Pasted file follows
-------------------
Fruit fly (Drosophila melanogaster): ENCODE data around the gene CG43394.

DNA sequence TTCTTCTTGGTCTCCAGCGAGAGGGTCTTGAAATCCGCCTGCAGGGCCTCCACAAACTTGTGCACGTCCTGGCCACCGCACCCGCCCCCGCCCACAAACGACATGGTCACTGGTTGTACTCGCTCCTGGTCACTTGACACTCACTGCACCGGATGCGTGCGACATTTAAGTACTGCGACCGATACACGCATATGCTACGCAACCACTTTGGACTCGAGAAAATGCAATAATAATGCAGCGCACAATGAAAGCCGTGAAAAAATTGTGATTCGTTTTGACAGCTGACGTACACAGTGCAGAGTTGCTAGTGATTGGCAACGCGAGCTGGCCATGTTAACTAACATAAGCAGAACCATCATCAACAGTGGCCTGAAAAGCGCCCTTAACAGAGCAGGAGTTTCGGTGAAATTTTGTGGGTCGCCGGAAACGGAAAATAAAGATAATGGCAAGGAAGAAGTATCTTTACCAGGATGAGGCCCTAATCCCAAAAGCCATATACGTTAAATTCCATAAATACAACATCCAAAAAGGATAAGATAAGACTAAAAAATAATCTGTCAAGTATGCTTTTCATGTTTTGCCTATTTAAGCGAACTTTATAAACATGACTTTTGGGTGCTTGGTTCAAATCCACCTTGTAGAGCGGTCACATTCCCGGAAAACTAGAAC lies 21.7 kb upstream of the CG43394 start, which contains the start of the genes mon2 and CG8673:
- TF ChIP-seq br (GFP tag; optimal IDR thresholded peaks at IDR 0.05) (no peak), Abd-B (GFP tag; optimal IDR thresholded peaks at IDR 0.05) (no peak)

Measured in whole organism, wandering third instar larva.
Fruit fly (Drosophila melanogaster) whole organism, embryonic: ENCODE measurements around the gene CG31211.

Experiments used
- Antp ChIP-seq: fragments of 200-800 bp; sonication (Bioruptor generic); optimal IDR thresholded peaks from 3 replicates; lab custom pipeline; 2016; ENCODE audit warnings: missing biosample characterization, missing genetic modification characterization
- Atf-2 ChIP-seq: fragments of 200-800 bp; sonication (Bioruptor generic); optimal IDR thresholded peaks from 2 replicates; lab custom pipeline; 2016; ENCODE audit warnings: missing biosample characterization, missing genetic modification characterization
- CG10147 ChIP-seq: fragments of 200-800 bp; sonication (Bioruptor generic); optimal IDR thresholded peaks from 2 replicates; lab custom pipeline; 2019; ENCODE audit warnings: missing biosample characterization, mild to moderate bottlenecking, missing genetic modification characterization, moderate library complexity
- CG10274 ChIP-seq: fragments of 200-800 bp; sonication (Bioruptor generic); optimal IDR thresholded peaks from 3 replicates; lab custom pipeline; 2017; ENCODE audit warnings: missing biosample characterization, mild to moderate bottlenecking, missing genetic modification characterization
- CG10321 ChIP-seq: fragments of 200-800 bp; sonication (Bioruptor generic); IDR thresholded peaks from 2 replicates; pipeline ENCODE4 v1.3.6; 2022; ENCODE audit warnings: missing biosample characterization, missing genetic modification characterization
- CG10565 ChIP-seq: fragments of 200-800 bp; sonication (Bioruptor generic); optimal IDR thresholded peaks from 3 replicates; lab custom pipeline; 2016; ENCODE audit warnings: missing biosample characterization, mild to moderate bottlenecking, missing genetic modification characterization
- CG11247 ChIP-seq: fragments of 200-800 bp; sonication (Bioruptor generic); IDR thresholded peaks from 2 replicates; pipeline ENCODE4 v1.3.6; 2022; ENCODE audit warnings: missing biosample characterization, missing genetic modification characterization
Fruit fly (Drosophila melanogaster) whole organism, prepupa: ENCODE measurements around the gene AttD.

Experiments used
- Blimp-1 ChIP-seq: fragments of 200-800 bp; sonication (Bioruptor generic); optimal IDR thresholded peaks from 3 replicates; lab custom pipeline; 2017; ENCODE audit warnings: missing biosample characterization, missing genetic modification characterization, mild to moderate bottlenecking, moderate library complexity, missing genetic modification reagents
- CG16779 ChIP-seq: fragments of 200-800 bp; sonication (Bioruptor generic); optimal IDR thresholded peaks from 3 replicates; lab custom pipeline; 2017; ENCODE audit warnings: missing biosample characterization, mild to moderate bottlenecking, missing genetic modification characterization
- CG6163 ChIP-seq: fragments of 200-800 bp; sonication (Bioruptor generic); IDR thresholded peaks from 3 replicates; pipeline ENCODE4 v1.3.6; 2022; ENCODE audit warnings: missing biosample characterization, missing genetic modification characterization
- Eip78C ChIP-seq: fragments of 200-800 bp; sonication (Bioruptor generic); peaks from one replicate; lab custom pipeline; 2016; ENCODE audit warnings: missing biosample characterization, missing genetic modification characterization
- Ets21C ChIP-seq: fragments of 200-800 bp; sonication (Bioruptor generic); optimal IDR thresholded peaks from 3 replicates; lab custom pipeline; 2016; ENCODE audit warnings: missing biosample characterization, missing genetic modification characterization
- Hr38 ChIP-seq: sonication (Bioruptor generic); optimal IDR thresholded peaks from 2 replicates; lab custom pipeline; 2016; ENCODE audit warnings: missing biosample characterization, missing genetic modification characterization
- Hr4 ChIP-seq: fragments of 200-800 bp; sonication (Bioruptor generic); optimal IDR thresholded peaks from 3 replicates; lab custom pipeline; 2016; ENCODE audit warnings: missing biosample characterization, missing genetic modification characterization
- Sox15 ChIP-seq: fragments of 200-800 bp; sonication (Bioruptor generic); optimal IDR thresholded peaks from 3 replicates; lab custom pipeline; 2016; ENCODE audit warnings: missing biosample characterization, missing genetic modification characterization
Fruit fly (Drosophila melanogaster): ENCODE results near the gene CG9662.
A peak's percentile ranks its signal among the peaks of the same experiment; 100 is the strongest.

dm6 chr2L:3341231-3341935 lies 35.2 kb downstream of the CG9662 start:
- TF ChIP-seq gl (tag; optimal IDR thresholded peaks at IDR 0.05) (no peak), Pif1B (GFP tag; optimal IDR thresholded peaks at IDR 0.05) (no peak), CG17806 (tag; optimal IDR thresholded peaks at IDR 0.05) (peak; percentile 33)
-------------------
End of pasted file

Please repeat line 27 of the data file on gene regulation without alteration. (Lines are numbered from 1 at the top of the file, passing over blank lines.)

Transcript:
- TF ChIP-seq gl (tag; optimal IDR thresholded peaks at IDR 0.05) (no peak), Pif1B (GFP tag; optimal IDR thresholded peaks at IDR 0.05) (no peak), CG17806 (tag; optimal IDR thresholded peaks at IDR 0.05) (peak; percentile 33)